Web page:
Now we can deploy another pod from which we query the Kubernetes DNS Resolver.

Run dnsutils Pod

We run this pod in interactive mode and attach stdin so that we can use nslookup and dig from within the container to query the Kubernetes DNS Resolver.

kubectl run dnsutils --namespace dev --image tutum/dnsutils -ti -- bash
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Making DNS Queries

nslookup resolves the service ok

nslookup my-app
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Show Output
Server:         10.43.0.10
Address:        10.43.0.10#53

Name:   my-app.dev.svc.cluster.local
Address: 10.43.52.98
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But dig doesn't find the service, why?

dig my-app
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Show Output
; <<>> DiG 9.11.5-P4-5.1+deb10u5-Debian <<>> my-app
;; global options: +cmd
;; Got answer:
;; ->>HEADER<<- opcode: QUERY, status: NXDOMAIN, id: 51094
;; flags: qr aa rd ra; QUERY: 1, ANSWER: 0, AUTHORITY: 1, ADDITIONAL: 1

;; OPT PSEUDOSECTION:
; EDNS: version: 0, flags:; udp: 4096
; COOKIE: 4c23b7d697ed3587 (echoed)
;; QUESTION SECTION:
;my-app.                                IN      A

;; AUTHORITY SECTION:
.                       13      IN      SOA     a.root-servers.net. nstld.verisign-grs.com. 2021062402 1800 900 604800 86400

;; Query time: 0 msec
;; SERVER: 10.43.0.10#53(10.43.0.10)
;; WHEN: Fri Jun 25 01:41:30 UTC 2021
;; MSG SIZE  rcvd: 122
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/etc/resolv.conf

In order to understand why dig doesn't find the service, let's take a look at /etc/resolv.conf

cat /etc/resolv.conf
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Show Output
search dev.svc.cluster.local svc.cluster.local cluster.local
nameserver 10.43.0.10
options ndots:5
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This file contains a line with the following format.

search <namespace>.svc.cluster.local svc.cluster.local cluster.local
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That means, when providing an incomplete part of the fully qualified domain name (FQDN), this file can be used to complete the query. However, dig doesn't do it by default. We can use the +search flag in order to enable it.

dig +search my-app
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Show Output
; <<>> DiG 9.11.5-P4-5.1+deb10u5-Debian <<>> +search my-app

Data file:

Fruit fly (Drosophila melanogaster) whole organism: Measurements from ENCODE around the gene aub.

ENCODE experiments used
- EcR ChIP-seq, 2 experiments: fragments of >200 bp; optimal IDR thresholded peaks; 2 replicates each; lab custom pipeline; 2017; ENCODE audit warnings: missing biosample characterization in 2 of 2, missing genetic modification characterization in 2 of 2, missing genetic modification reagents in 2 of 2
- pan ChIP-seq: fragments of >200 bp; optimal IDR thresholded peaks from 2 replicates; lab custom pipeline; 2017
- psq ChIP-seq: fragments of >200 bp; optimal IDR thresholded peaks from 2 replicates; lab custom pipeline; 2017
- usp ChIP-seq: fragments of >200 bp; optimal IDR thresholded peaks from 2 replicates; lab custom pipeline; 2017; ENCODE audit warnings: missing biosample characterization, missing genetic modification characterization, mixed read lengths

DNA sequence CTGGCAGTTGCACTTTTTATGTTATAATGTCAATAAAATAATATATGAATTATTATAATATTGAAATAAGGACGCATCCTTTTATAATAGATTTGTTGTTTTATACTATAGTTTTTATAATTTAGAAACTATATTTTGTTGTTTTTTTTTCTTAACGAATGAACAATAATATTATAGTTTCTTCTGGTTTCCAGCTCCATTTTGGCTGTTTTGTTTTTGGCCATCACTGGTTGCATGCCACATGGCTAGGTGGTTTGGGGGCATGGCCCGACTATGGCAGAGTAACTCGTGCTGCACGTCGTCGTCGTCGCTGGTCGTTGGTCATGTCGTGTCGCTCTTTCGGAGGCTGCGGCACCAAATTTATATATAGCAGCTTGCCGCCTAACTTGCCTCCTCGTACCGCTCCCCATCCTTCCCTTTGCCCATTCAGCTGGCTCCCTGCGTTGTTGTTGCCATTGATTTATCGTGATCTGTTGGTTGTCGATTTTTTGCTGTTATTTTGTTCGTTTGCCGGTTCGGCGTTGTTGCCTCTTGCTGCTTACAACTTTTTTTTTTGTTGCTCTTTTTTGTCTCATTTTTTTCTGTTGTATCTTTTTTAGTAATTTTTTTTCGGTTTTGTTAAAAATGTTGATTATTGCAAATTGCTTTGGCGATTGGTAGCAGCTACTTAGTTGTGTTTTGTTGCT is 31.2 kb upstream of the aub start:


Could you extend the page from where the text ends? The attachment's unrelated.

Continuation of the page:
;; global options: +cmd
;; Got answer:
;; WARNING: .local is reserved for Multicast DNS
;; You are currently testing what happens when an mDNS query is leaked to DNS
;; ->>HEADER<<- opcode: QUERY, status: NOERROR, id: 39376
;; flags: qr aa rd; QUERY: 1, ANSWER: 1, AUTHORITY: 0, ADDITIONAL: 1
;; WARNING: recursion requested but not available

;; OPT PSEUDOSECTION:
; EDNS: version: 0, flags:; udp: 4096
; COOKIE: de26c4eaa4e53026 (echoed)
;; QUESTION SECTION:
;my-app.dev.svc.cluster.local.  IN      A

;; ANSWER SECTION:
my-app.dev.svc.cluster.local. 5 IN      A       10.43.52.98

;; Query time: 0 msec
;; SERVER: 10.43.0.10#53(10.43.0.10)
;; WHEN: Fri Jun 25 01:42:34 UTC 2021
;; MSG SIZE  rcvd: 113
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Now the service-name has been correctly resolved.

We can get the same service without +search flag when using the FQDN. The +short flag isn't required, but it will reduce the output to only the IP address.

$ dig +short my-app.dev.svc.cluster.local
10.43.52.98
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However, the benefit of using the search method it that queries will automatically resolve to resources within the same namespace. This can be useful to apply the same configuration to different environments, such as production and development.

Resources in different namespaces always need to be looked up by the FQDN.

The same way the search entry in resolv.conf completes the query with the default name space, it will complete any part of the FQDN from left to right. So in the below example, it will resolve to the local cluster.

$ dig +short +search my-app.dev
10.43.52.98